2014-2015: When a tree falls in the forest does anyone hear?
Servants and Masters: Trees on the Landscape
by Cheryl Morris for the Mississippi Valley Field Naturalists
On Thursday, March 19, 2015, the Mississippi Valley Field Naturalists (MVFN) will present the sixth lecture in their current series. The event will be held in the Social Hall of Almonte United Church, 106 Elgin St., Almonte Ontario at 7:30 pm.
The guest speaker will be Justin Peter, Director of Programs and Senior Naturalist for Quest Nature Tours. He has entitled his talk “Servants and Masters: Trees on the Landscape”. Prior to working at Quest, Justin was Senior Naturalist at Ontario’s world-renowned Algonquin Park where he coordinated the park’s interpretive program and recruited promising junior naturalists. He is a popular speaker at birding festivals and nature clubs, including MVFN , and, as well, is researcher for regional and international projects and publications. He founded the Facebook page ‘Landmark Trees of Ontario’, which features some of Ontario’s many remarkable trees and their stories. He recently led the review of the popular book Trees of Algonquin Provincial Park (author Dan Strickland), the latest edition of which was released in 2015. This book emphasizes that “…of all the living things that inhabit Algonquin Provincial Park, none are more important than trees.”
Trees in the landscape: Lanark County. photo Howard Robinson.
Justin Peter states: “In one sense, trees are passive elements of the landscape, vulnerable to the vagaries of environmental change and human activity. On the other hand, they are tremendously adaptable and responsive to opportunity, and their presence (or absence) influences life all around them. In this illustrated talk, we will discover some of what our native trees can tell us about our landscapes as we explore the diverse ecological and cultural roles that they play—past and present—as well as their potential to enrich our future landscapes.” Justin will expand on this statement as he discusses how the economic value that we place on different trees affects how much or how little we know about them and their conservation status. His talk will enlighten about how important specific trees are to the wildlife that depends on them for survival. He will discuss the existence and magnitude of ongoing threats to the survival of our trees including those posed by pests, diseases and climate change. As well, he will describe the under-appreciated presence of historic trees in nature and their great potential to help re-forest the landscape. In discussing these topics Justin will make us aware of how our own values affect the ability of trees to survive and flourish.
Please join MVFN for this interesting and informative presentation. Refreshments and discussion will follow the talk. There is a non-member fee of $5. For further information, please contact MVFN’s Program Chair, Gretta Bradley, at . For MVFN events, membership and other club information visit http://mvfn.ca.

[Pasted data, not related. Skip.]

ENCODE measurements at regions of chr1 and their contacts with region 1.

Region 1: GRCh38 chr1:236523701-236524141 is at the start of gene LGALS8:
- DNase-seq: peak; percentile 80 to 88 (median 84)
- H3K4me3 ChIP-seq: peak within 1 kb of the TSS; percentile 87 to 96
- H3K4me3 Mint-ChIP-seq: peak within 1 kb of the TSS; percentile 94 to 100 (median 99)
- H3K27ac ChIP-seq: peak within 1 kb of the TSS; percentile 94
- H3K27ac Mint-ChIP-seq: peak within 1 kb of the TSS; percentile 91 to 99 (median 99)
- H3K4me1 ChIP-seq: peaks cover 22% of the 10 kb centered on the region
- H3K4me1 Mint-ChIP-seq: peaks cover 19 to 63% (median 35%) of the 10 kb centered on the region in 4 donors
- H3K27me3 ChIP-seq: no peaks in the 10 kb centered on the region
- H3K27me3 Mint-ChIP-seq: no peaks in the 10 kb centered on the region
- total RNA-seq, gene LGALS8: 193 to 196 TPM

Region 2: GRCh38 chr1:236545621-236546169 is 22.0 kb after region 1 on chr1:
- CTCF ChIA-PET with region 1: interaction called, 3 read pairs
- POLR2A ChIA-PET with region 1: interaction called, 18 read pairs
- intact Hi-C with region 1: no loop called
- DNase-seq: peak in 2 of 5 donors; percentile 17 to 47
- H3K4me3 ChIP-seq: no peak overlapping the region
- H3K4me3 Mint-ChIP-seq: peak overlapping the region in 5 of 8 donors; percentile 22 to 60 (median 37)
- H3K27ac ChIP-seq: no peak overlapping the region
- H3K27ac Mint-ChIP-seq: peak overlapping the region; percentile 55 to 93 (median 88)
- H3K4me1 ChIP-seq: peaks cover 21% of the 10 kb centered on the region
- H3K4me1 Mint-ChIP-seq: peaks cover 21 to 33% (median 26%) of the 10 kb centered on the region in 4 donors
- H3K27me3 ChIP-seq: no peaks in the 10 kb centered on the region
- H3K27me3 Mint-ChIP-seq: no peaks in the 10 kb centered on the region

A Springtime of Silence?
Will we one day experience a springtime of silence? On Thursday, February 19, 2015, the Mississippi Valley Field Naturalists (MVFN) present the fifth lecture in their current series. Award-winning Carleton University educator Michael Runtz will be guest speaker for this presentation entitled “Environmental Threats to Avian Species”.
What are the current threats to birds such as this yellow warbler photographed in the Spring of 2014? Photo by Susan Wilkes.
Runtz is a well-known biologist and naturalist and author of many scientific articles and award-winning books about nature, such as Wild Wings: The Hidden World of Birds, which features, as do several of Runtz’s books, his own spectacular photographic record of the natural world. A passionate and insightful observer of birds (and many wild creatures) since childhood, in addition to his work in the Carleton Biology department, Runtz educates and inspires the public to learn about the natural world; for example in his role as coordinator of the annual Pakenham-Arnprior Christmas Bird Count and his long-standing volunteer involvement, currently as President, with the Macnamara Field Naturalists Club.
Runtz states: “Rachel Carson was instrumental in preventing deadly insecticides from killing millions of birds. But today many other threats exist, some equally as insidious as DDT. This highly visual presentation will examine a few of the challenges that currently face our bird populations.” Runtz refers of course to Rachel Carson, author of the 1962 book Silent Spring which first brought to the world’s attention, the startling facts about environmental damage (particularly to birds) caused by pesticides. Birds continue to be threatened, but which threats would Michael Runtz consider the most important for birds today?: environmental toxins both new and old? . . . habitat loss? . . . introduced predators? . . . or other threats?